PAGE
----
Finally, a number of environmental groups including Friends of the Earth opposes the RFS (at least as written) saying that it drives sensitive land into corn production and does not provide any reduction in greenhouse gas emissions.
Where does the EPA stand?
In the midst of this, stands the Environmental Protection Agency. EPA has the unenviable job of setting annual ethanol quotas, a task so painful that they have missed deadlines, and are about to issue quotas for 2014 and 2015 as well as for 2016.
Opposition coalitions have been pushing Congress to repeal the RFS for several years with limited success; legislation is in place but has stalled. But the upcoming EPA quota announcement has prompted a new burst of issue advocacy, culminating in President Obama and his beret.
The EPA is set to release their new quotas on November 30th, the same time as the scheduled Paris climate summit. Documents filed by the U.S. ahead of that summit outline our steps to reduce greenhouse gases, but make no reference to the RFS, and that has supporters worried for the future, hence the beret reference.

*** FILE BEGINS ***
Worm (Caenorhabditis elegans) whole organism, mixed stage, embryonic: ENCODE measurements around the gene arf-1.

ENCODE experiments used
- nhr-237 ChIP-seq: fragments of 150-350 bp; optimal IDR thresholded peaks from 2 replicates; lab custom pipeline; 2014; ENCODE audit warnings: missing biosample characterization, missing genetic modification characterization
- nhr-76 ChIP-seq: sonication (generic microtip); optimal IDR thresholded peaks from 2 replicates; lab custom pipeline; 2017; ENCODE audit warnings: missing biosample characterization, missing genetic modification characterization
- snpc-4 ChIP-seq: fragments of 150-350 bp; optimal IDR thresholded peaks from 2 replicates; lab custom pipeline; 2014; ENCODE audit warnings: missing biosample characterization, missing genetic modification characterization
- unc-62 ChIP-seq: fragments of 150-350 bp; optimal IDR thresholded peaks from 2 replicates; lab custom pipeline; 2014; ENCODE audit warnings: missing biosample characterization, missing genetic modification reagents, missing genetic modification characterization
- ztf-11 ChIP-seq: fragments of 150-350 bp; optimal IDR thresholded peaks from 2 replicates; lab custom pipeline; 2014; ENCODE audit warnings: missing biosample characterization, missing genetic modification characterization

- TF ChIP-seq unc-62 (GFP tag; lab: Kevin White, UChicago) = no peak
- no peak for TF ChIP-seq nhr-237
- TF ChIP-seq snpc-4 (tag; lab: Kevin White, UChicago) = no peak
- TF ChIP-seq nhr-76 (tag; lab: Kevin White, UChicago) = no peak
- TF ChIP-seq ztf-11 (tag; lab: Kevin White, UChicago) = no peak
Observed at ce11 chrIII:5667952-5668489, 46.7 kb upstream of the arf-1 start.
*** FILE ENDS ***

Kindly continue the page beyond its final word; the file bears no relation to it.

So what’s the future of the Renewable Fuel Standard? This conflict presents opportunities for issue management firms specializing in advocacy campaigns, never a bad thing for those of us in that business. But with overlapping constituencies, will these social media campaigns ultimately change any minds? It’s hard to say.
The RFS is an odd policy issue that doesn’t fit into neat demographic categories. There is no strict partisan divide as there are plenty of Democrats and Republicans on both sides of the issue. Nor is it a business versus public interest group fight; there are advocacy organizations and businesses backing both points of view. It is not even a rural versus urban tussle, as ranchers are aligned with hunger groups to oppose some farm interests and environmental organizations.